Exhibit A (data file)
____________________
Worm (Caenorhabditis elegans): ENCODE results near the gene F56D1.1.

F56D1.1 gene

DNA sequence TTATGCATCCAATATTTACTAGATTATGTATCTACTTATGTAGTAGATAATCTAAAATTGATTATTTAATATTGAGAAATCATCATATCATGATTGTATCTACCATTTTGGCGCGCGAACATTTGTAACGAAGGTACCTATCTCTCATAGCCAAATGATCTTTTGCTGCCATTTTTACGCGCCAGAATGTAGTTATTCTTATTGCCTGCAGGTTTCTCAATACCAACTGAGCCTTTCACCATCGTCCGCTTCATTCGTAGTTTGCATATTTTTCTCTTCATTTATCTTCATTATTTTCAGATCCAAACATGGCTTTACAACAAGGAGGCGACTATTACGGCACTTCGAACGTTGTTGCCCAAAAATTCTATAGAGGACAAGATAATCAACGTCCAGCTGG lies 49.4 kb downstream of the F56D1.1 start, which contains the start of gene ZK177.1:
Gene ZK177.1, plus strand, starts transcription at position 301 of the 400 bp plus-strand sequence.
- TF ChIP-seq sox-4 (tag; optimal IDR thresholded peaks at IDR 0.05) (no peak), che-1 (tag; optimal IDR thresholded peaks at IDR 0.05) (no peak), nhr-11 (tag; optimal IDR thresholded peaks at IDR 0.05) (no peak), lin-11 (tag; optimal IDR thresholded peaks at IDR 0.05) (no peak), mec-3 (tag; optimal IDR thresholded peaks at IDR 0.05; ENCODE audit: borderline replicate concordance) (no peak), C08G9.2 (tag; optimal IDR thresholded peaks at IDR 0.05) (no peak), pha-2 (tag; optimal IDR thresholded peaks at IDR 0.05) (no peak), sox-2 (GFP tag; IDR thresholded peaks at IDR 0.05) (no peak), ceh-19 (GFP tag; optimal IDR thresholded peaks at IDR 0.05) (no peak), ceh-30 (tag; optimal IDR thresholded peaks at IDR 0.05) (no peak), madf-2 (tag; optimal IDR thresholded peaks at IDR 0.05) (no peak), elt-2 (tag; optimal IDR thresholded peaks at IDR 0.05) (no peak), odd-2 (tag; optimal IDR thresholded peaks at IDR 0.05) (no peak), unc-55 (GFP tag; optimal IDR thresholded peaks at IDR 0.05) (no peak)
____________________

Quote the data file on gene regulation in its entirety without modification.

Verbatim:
Worm (Caenorhabditis elegans): ENCODE results near the gene F56D1.1.

F56D1.1 gene

DNA sequence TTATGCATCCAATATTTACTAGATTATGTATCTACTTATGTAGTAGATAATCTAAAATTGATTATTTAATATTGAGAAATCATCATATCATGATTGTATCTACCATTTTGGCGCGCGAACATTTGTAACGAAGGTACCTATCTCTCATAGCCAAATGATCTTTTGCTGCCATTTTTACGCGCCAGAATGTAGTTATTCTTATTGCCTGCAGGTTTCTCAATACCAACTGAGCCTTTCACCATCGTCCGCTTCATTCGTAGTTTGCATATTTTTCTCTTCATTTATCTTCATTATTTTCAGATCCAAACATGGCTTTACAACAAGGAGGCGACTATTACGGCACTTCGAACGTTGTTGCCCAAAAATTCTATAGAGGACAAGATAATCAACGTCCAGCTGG lies 49.4 kb downstream of the F56D1.1 start, which contains the start of gene ZK177.1:
Gene ZK177.1, plus strand, starts transcription at position 301 of the 400 bp plus-strand sequence.
- TF ChIP-seq sox-4 (tag; optimal IDR thresholded peaks at IDR 0.05) (no peak), che-1 (tag; optimal IDR thresholded peaks at IDR 0.05) (no peak), nhr-11 (tag; optimal IDR thresholded peaks at IDR 0.05) (no peak), lin-11 (tag; optimal IDR thresholded peaks at IDR 0.05) (no peak), mec-3 (tag; optimal IDR thresholded peaks at IDR 0.05; ENCODE audit: borderline replicate concordance) (no peak), C08G9.2 (tag; optimal IDR thresholded peaks at IDR 0.05) (no peak), pha-2 (tag; optimal IDR thresholded peaks at IDR 0.05) (no peak), sox-2 (GFP tag; IDR thresholded peaks at IDR 0.05) (no peak), ceh-19 (GFP tag; optimal IDR thresholded peaks at IDR 0.05) (no peak), ceh-30 (tag; optimal IDR thresholded peaks at IDR 0.05) (no peak), madf-2 (tag; optimal IDR thresholded peaks at IDR 0.05) (no peak), elt-2 (tag; optimal IDR thresholded peaks at IDR 0.05) (no peak), odd-2 (tag; optimal IDR thresholded peaks at IDR 0.05) (no peak), unc-55 (GFP tag; optimal IDR thresholded peaks at IDR 0.05) (no peak)